Number of lawsuits against CervicalCheck rises to 369

The number of lawsuits against CervicalCheck, the national screening service, has now risen to 369, including 76 cases related to the mental health impairment of families of women who allegedly received a false swab result.

This year saw the highest number of claims, at 103, according to figures from the State Claims Agency.

In 2018, when Vicky Phelan’s case was settled in the High Court and it emerged an internal CervicalCheck retrospective audit was conducted on women after they had been diagnosed with cervical cancer
Cancer, 86 claims have been made, figures revealed from a parliamentary response by Aontú leader Peadar Tóibín.

Ms Phelan’s case led to revelations that only a minority of women were informed about the test or that their screening test could have yielded a different result and earlier follow-up was recommended.

Another 52 lawsuits were filed in 2019 and 95 in 2020. Mr Tóibín had asked how many cases were brought against CervicalCheck and the HSE for alleged misinterpretation of swab tests.

In its response, the State Claims Agency confirmed that 76 of the 369 claims “are related to psychological claims by family members.”

Earlier this month, Dr. Nóirín Russell, Clinical Director of CervicalCheck, regrets the comments she made during a conversation with Mr Tóibín in December 2020, saying they do not reflect her views today.


Clinical Director of CervicalCheck Dr. Noirin Russell

In a video call she had with the Meath TD in December 2020, Dr. Russell that some attorneys were making “huge amounts of money” from court cases representing women who had been screened and later developed cervical cancer.

She said some women were told “if someone did their job right, you wouldn’t have cancer, and for the vast majority of women that’s not the case,” according to a transcript of the private meeting.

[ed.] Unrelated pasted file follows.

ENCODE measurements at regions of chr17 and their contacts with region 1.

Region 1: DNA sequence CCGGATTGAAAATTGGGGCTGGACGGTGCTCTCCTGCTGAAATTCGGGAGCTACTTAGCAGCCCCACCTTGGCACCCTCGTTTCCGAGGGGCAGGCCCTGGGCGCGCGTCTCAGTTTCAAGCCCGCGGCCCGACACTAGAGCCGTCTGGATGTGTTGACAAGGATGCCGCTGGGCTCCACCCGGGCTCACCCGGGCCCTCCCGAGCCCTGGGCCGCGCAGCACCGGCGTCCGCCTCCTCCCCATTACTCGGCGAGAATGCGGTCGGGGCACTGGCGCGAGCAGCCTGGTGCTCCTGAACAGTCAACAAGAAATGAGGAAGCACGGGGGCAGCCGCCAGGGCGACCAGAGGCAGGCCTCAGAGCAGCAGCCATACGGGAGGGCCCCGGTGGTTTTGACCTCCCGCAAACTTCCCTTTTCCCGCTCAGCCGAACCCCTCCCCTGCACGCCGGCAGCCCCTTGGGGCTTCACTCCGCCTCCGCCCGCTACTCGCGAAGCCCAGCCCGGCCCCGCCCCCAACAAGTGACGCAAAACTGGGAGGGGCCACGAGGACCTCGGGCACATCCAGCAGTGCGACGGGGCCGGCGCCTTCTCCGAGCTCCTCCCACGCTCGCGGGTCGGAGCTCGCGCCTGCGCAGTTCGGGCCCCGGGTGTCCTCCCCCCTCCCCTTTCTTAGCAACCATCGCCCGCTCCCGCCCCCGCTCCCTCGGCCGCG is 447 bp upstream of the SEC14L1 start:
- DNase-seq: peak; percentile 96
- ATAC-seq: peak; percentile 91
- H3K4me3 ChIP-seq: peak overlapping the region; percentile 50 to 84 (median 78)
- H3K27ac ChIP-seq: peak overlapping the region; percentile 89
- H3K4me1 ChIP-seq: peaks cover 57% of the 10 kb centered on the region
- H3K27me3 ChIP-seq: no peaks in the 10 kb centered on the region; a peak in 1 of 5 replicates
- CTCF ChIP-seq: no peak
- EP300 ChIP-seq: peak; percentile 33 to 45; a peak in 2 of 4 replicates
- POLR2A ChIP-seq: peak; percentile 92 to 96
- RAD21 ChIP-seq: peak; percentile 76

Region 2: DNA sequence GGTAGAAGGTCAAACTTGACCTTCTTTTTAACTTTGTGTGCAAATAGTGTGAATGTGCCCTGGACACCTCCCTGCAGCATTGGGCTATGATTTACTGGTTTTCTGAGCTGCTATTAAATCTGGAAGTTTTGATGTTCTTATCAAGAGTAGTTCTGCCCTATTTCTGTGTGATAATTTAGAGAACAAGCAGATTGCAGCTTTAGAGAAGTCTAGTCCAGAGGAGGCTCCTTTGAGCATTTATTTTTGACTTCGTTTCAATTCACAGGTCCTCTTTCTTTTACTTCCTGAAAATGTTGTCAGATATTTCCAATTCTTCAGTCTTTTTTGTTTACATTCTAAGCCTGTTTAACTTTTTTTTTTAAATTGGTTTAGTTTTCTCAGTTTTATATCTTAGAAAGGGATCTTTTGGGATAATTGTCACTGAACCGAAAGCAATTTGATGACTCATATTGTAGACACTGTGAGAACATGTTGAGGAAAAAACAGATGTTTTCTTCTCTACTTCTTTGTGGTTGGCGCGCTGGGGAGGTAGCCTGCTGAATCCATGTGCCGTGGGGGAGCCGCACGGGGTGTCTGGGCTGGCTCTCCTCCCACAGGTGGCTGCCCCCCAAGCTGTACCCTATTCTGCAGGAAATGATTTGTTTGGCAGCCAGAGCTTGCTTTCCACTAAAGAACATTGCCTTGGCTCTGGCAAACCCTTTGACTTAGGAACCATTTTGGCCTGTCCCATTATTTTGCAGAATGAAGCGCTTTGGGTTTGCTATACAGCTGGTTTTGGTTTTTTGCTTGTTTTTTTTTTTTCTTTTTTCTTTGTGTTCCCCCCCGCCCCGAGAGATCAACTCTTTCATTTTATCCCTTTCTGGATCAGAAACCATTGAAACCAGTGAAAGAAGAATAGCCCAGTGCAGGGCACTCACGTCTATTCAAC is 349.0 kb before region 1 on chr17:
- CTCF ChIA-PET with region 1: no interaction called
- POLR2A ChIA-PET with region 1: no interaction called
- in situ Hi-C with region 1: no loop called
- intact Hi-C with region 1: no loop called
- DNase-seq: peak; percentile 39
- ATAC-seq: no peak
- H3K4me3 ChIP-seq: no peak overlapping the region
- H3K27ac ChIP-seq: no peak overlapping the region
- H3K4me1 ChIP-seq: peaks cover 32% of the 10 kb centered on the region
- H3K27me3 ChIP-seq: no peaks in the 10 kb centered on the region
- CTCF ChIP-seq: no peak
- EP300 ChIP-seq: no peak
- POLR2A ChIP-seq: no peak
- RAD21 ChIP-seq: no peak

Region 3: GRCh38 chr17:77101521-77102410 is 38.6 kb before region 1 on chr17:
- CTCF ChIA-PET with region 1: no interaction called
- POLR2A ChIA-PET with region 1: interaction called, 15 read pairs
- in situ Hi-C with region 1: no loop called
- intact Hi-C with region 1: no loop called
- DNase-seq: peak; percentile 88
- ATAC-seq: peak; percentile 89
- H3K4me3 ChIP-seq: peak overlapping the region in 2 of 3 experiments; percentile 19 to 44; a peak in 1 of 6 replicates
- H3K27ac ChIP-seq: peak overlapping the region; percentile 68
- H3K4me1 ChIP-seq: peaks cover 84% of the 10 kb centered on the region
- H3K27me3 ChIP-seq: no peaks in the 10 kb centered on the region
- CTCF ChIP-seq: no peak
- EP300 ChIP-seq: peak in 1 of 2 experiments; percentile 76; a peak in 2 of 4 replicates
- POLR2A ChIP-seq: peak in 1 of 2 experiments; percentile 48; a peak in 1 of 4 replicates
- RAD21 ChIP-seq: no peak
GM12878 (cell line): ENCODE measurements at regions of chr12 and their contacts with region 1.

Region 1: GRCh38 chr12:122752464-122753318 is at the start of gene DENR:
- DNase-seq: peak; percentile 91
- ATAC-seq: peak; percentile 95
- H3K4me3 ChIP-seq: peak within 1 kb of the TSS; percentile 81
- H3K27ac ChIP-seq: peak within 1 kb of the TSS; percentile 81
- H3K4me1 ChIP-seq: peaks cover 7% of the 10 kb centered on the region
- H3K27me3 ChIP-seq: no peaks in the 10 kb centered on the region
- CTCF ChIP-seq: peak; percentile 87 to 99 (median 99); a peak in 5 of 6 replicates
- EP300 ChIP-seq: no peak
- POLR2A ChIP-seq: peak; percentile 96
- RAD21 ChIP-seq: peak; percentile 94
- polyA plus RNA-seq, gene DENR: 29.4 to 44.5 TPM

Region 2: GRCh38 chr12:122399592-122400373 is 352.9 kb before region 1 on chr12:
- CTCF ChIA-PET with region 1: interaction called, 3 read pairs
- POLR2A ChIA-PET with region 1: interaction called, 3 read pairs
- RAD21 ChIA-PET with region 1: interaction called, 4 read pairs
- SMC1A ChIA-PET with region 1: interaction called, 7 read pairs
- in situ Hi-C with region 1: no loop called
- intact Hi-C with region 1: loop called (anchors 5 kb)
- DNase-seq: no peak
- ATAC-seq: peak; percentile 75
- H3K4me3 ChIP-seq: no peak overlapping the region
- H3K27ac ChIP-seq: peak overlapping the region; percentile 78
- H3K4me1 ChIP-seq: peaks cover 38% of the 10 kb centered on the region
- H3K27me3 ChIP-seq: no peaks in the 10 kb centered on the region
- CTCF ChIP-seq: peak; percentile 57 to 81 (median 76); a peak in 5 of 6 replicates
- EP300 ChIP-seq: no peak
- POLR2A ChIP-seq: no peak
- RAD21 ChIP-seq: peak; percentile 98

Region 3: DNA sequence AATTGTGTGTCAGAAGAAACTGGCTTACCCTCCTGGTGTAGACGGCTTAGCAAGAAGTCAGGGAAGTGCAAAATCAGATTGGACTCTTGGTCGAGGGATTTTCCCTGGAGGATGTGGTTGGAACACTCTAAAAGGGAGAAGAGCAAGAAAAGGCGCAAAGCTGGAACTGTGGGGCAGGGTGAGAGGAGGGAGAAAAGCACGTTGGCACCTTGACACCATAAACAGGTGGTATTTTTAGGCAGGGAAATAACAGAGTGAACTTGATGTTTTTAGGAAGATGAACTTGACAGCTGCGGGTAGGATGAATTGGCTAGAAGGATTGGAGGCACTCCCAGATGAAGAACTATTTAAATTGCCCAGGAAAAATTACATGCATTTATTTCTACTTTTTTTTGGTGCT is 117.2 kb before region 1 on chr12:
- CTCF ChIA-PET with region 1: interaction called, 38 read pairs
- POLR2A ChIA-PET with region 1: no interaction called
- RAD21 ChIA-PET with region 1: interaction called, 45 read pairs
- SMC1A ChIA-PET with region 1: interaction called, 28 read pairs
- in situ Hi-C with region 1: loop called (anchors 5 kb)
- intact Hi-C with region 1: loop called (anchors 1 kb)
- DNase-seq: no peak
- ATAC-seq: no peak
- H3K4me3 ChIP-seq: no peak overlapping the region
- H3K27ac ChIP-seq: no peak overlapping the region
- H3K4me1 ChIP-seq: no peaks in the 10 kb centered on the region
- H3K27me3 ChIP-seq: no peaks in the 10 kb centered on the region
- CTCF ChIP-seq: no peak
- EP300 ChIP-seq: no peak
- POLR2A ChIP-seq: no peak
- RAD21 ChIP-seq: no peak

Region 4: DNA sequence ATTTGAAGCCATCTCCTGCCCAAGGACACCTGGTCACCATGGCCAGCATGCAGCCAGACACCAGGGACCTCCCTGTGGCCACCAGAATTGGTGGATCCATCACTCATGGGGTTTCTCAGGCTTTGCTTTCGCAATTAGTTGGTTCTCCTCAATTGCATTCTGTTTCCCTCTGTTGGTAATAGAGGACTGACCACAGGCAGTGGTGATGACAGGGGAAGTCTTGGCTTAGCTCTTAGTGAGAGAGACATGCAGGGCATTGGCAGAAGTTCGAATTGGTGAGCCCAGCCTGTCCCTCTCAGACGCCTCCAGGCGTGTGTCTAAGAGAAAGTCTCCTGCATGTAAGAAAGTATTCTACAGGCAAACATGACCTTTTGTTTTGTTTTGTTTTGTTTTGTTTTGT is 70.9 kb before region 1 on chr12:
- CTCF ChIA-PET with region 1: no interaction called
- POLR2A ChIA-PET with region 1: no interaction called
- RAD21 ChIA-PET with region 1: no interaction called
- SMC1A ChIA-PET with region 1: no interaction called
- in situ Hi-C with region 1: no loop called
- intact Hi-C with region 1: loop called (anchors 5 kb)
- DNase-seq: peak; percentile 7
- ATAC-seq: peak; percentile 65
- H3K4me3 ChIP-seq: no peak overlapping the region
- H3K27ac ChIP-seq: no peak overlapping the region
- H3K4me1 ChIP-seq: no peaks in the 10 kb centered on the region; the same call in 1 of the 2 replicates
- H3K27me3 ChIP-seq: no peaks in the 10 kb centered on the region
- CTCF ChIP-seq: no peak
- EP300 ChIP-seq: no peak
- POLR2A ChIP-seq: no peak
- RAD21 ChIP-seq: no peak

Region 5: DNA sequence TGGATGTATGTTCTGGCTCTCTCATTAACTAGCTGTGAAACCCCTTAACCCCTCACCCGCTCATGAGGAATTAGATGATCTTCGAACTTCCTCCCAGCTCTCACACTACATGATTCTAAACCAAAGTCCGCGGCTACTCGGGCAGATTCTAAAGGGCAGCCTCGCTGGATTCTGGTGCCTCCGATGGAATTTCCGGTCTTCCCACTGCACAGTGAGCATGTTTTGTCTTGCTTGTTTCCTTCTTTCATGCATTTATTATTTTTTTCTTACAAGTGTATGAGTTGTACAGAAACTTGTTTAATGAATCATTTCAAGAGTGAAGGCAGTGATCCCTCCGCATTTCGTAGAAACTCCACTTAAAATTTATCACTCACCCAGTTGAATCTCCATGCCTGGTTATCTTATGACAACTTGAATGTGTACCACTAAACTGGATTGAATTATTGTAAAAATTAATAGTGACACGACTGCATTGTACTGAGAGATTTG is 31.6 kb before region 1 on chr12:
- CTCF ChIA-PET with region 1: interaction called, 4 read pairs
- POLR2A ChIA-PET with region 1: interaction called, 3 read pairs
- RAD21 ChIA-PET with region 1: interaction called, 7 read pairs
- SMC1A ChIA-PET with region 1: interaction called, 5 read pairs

In response to the transcript, Group 221+, which represents women affected by the CervicalCheck controversy, said the comments “are consistent with what we’ve heard and felt over the past two years, and it is one.” Relief that the public can now see the settings behind closed doors that we were dealing with.

“What happens now as a result of these revelations is a matter for others.

“Our primary purpose is to support member needs.”

The group stressed that it fully supports cervical screening and urges women to take advantage of the service.

Public health expert Dr. Gabriel Scally, is expected to report on the progress of his 2019 recommendations for the service’s overhaul and future in the coming weeks.

The 2019 report resulted in a new layer of governance for CervicalCheck. Samples from women are now tested for the HPV virus, which prevents more cancers than previous primary cytology tests. Number of lawsuits against CervicalCheck rises to 369

Fry Electronics Team

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